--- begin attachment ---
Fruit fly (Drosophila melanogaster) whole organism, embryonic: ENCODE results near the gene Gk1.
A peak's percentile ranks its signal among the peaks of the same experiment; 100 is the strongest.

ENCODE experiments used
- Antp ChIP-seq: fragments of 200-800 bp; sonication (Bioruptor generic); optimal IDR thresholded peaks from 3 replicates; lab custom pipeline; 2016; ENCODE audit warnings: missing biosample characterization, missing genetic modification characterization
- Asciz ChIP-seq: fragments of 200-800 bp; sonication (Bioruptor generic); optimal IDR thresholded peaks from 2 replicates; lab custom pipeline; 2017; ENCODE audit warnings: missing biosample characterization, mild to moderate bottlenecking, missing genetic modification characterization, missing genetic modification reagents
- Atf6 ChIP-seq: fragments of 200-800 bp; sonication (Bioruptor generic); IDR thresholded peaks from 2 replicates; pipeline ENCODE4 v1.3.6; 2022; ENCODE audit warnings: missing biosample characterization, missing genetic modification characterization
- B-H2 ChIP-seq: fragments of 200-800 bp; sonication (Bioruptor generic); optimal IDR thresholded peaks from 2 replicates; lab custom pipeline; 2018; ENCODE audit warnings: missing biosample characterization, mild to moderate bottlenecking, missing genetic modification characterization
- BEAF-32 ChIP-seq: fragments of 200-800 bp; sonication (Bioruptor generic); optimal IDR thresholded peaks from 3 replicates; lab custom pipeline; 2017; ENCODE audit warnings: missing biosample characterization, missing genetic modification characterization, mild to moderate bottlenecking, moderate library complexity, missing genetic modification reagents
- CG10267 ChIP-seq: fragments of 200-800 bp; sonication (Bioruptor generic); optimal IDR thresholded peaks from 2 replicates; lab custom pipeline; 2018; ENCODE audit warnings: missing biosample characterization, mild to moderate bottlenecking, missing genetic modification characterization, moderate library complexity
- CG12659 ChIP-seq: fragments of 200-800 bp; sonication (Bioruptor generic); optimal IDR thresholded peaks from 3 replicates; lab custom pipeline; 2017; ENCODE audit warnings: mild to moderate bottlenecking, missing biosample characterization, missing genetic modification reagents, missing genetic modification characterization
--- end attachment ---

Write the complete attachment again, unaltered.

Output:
Fruit fly (Drosophila melanogaster) whole organism, embryonic: ENCODE results near the gene Gk1.
A peak's percentile ranks its signal among the peaks of the same experiment; 100 is the strongest.

ENCODE experiments used
- Antp ChIP-seq: fragments of 200-800 bp; sonication (Bioruptor generic); optimal IDR thresholded peaks from 3 replicates; lab custom pipeline; 2016; ENCODE audit warnings: missing biosample characterization, missing genetic modification characterization
- Asciz ChIP-seq: fragments of 200-800 bp; sonication (Bioruptor generic); optimal IDR thresholded peaks from 2 replicates; lab custom pipeline; 2017; ENCODE audit warnings: missing biosample characterization, mild to moderate bottlenecking, missing genetic modification characterization, missing genetic modification reagents
- Atf6 ChIP-seq: fragments of 200-800 bp; sonication (Bioruptor generic); IDR thresholded peaks from 2 replicates; pipeline ENCODE4 v1.3.6; 2022; ENCODE audit warnings: missing biosample characterization, missing genetic modification characterization
- B-H2 ChIP-seq: fragments of 200-800 bp; sonication (Bioruptor generic); optimal IDR thresholded peaks from 2 replicates; lab custom pipeline; 2018; ENCODE audit warnings: missing biosample characterization, mild to moderate bottlenecking, missing genetic modification characterization
- BEAF-32 ChIP-seq: fragments of 200-800 bp; sonication (Bioruptor generic); optimal IDR thresholded peaks from 3 replicates; lab custom pipeline; 2017; ENCODE audit warnings: missing biosample characterization, missing genetic modification characterization, mild to moderate bottlenecking, moderate library complexity, missing genetic modification reagents
- CG10267 ChIP-seq: fragments of 200-800 bp; sonication (Bioruptor generic); optimal IDR thresholded peaks from 2 replicates; lab custom pipeline; 2018; ENCODE audit warnings: missing biosample characterization, mild to moderate bottlenecking, missing genetic modification characterization, moderate library complexity
- CG12659 ChIP-seq: fragments of 200-800 bp; sonication (Bioruptor generic); optimal IDR thresholded peaks from 3 replicates; lab custom pipeline; 2017; ENCODE audit warnings: mild to moderate bottlenecking, missing biosample characterization, missing genetic modification reagents, missing genetic modification characterization